Monday, July 28, 2014

Common Excuses for Not Getting Medical Alert Systems

Resisting Change?  Honest Conversations About Aging Can Help 

A big stumbling block to getting a medical alert system is the person who will be wearing it.  If they don’t believe that wearing a medical alert necklace is necessary, they may neglect to wear it when they can get away with it. There’s lots of reasons why they may not want to wear something that could save their lives. Here are a few of them.

I’ll get it when I need it

We take risks every day, whether we’re walking across the room, to the mailbox, or a mile down the road.  Anything can happen.  Rather than trusting in luck, wouldn’t you rather have something in place that can dramatically minimize the consequences?
It’s too much of a hassle to move
Modern medical alert systems have very few pieces. These pieces are small and ready-made for travelers. When on the road, a cell-phone sized receiver, a charger, and a medical alert necklace are all that’s needed.
It’s too expensive
Studies have shown that the faster a trauma victim can get help, the more likely they are to have a better outcome from the fall. Compare the cost of a medical alert necklace and system with that of going to the hospital.  Compare it to the mental anguish associated with falling down and not having anyone there to assist.  
I don’t want to change
Most people are resistant to change.  That’s just a fact of life – we want to have everything the same way, every time. However, whether we’d like to admit it, change is all around us. Unfortunately, this is one excuse you’ll have to be patient with. Showing sympathy can go a long way in helping them accept their changing circumstances.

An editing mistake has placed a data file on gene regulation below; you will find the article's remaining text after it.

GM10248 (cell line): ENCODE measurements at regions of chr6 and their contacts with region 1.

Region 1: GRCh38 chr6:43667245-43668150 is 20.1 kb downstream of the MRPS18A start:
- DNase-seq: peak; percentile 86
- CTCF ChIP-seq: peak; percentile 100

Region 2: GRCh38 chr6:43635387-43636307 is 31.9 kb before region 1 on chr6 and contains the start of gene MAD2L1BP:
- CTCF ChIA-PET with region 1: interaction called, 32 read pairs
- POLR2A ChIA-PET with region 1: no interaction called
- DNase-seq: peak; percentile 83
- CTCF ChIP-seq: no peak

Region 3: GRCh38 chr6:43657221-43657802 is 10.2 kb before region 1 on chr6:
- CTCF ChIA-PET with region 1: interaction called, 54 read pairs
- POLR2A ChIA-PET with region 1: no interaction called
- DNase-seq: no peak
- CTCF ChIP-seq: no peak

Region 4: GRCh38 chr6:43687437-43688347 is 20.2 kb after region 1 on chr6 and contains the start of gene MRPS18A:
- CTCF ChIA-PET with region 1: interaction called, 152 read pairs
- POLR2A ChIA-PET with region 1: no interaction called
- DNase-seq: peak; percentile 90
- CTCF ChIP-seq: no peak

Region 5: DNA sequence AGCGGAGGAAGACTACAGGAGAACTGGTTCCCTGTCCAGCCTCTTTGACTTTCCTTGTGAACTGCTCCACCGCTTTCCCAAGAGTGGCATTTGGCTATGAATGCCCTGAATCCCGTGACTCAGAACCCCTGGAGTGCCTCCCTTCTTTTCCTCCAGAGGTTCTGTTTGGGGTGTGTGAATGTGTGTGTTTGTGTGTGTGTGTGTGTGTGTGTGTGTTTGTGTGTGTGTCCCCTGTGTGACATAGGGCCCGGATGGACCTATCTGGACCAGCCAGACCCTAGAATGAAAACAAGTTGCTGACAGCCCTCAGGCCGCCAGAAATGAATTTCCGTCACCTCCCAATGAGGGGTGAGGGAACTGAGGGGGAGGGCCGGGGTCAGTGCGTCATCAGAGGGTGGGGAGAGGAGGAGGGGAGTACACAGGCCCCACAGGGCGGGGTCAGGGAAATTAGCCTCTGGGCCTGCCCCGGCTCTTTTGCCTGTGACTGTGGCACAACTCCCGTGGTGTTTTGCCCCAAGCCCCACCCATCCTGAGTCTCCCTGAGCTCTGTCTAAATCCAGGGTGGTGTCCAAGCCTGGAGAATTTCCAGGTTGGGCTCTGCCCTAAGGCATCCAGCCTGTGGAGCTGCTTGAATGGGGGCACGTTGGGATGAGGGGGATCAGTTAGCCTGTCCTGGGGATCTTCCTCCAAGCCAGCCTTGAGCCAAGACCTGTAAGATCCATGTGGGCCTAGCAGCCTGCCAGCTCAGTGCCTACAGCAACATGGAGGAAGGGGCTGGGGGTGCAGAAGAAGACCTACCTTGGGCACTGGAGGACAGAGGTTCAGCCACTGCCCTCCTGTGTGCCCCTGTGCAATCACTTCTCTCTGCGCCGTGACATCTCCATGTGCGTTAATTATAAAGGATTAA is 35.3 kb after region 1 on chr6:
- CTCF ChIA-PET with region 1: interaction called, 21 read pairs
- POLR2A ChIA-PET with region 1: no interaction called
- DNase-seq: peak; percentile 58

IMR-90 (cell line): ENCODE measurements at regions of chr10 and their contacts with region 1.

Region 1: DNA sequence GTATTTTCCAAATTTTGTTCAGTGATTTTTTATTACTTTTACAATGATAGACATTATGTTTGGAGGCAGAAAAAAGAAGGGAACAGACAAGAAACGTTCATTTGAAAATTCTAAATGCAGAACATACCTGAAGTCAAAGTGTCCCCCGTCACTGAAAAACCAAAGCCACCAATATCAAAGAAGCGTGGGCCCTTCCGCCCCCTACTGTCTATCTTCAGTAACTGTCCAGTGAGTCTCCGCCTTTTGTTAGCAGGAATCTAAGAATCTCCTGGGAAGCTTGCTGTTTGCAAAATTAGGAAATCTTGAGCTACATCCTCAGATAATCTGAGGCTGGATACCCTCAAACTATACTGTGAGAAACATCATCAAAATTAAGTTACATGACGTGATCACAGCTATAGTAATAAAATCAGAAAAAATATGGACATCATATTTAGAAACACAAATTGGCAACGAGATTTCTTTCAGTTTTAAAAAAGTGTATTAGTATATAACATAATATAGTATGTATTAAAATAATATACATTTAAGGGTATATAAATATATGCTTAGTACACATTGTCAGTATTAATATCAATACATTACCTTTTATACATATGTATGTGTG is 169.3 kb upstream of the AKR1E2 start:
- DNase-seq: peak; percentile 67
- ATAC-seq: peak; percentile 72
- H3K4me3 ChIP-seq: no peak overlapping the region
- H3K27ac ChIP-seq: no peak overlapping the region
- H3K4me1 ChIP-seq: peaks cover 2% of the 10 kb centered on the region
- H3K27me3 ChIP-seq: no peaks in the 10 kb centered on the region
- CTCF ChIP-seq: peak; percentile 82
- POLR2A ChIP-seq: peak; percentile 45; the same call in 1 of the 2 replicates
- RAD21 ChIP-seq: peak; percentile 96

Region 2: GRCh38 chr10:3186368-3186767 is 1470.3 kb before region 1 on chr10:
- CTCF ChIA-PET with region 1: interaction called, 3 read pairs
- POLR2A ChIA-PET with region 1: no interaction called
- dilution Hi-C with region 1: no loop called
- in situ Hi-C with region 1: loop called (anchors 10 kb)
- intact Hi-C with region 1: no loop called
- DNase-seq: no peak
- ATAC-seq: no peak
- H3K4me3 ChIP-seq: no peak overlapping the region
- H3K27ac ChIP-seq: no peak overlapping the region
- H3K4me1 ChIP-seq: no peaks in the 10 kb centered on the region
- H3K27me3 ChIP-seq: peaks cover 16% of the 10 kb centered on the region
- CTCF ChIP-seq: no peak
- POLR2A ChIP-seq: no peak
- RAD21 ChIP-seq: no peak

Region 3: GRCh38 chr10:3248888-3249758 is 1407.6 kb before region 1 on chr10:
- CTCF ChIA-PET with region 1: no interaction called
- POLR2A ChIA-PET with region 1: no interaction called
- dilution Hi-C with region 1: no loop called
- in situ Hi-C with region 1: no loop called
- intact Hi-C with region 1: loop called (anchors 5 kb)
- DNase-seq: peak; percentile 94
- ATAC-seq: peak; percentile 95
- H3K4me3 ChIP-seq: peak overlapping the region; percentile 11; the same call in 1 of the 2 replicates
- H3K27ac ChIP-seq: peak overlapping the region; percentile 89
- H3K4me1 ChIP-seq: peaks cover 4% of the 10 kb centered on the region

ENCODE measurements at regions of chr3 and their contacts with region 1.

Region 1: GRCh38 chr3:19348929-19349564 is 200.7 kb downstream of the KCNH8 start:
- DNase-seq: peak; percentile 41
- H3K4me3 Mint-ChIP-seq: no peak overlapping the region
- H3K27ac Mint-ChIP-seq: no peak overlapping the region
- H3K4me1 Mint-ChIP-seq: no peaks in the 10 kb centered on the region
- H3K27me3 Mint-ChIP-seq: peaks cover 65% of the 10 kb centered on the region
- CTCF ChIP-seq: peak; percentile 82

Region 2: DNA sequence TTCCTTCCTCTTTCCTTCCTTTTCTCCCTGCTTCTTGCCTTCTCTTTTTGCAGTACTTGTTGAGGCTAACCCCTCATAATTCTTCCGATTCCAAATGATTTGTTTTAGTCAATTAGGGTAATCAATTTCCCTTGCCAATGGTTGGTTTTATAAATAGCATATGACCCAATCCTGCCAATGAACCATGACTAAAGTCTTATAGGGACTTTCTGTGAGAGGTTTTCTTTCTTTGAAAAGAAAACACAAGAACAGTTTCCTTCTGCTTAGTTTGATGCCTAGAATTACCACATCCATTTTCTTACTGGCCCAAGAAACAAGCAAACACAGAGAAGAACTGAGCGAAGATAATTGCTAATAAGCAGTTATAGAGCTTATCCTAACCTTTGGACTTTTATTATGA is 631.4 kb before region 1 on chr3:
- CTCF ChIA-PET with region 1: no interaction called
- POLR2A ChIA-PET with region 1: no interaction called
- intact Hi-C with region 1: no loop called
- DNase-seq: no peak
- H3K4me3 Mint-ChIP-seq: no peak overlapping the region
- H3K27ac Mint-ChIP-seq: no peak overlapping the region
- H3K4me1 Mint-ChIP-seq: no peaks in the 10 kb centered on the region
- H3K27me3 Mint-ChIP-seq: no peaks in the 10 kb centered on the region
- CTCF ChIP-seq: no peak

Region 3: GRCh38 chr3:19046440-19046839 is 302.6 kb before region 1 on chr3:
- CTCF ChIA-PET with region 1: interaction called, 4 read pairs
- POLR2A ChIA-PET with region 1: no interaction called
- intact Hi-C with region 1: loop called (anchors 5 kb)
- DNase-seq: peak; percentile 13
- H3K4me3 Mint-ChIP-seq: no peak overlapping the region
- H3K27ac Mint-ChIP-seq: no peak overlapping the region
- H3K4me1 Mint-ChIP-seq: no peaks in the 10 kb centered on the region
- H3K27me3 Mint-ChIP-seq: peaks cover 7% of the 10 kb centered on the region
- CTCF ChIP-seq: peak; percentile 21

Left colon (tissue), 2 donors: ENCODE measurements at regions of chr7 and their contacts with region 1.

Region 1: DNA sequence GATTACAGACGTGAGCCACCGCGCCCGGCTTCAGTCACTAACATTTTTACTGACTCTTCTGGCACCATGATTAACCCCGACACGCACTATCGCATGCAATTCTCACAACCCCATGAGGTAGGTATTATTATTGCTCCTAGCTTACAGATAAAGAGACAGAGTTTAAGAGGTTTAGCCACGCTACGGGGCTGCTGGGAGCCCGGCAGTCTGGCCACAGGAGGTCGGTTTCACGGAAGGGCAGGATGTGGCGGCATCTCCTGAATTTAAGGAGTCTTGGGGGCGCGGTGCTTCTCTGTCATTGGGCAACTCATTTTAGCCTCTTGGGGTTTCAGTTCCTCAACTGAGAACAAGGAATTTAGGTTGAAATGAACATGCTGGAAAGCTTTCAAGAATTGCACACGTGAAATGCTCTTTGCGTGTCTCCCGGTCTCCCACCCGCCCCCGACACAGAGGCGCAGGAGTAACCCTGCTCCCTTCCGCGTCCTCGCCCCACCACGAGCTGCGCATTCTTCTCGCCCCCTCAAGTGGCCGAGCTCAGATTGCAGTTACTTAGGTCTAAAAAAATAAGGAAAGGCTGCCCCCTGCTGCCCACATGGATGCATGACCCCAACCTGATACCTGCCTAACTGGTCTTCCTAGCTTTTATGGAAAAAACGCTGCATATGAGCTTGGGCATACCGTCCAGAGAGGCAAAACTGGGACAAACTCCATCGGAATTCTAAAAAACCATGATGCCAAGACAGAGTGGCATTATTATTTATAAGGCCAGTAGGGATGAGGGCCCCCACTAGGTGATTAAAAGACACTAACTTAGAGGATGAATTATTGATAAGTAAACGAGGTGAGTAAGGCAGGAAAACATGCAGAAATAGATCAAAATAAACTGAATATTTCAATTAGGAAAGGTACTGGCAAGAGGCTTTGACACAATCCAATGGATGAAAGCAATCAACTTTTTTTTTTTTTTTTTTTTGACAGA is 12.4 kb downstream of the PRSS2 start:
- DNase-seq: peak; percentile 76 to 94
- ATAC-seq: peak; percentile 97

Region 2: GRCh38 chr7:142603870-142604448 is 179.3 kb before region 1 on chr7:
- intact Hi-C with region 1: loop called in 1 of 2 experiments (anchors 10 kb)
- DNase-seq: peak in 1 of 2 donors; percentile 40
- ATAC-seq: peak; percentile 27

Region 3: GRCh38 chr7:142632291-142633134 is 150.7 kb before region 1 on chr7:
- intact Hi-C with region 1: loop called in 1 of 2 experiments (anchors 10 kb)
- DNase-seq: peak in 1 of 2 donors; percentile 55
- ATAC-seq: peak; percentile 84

I want to shop around
Shopping around is great, and we encourage others to shop around.  Watch out, though; shopping around can be a euphemism for stalling.  To test this theory, set a specific time and date for the decision to be made. If your loved one hems and haws, then try to find out what the real reason is. If they say "a life alert costs too much" just let them compare the cost of not being protected.
While there are many excuses that your loved one might use when talking about purchasing a medical alert system, the truth is that wearing the medical alert necklace or pendant can ultimately save lives.  What value do you place on having experienced emergency personnel on hand at the push of a button?

Sunday, July 20, 2014

Should Diabetics Get Medical Alert Systems

A Medical Alert System Can Make Sense For Seniors with Diabetes

Diabetes affects 1 in 4 Americans over the age of 65, according to the American Diabetes Association. It is a disease that affects every major system within the body, from the heart to the nervous system, both brain and body.

Diabetics often have issues with their extremities, including the feet and legs. 
This makes diabetics highly susceptible to falls.  Nearly one in three people over the age of 40 with diabetes have lost some feeling in their feet, according to the the American Diabetes Association (ADA). As a result, having a toe, foot, or lower leg surgically removed is 10 times more likely in people with diabetes.

Here are some of the conditions that can arise as a result of diabetes:

  • Hypoglycemia - This is where the blood sugar is too low within the body. Some of the symptoms of hypoglycemia are: slurred speech, mental confusion, dizziness, and headache. With these symptoms, the likelihood of falling and needing to use a medical alert necklace is increased.
  • Hyperglycemia - The brain is getting too much sugar. The complications of hyperglycemia are long term, including nerve damage, kidney damage, foot problems, skin problems, and joint problems. Make sure that you tell the medical alert people that you're experiencing these symptoms when they ask for your medical history.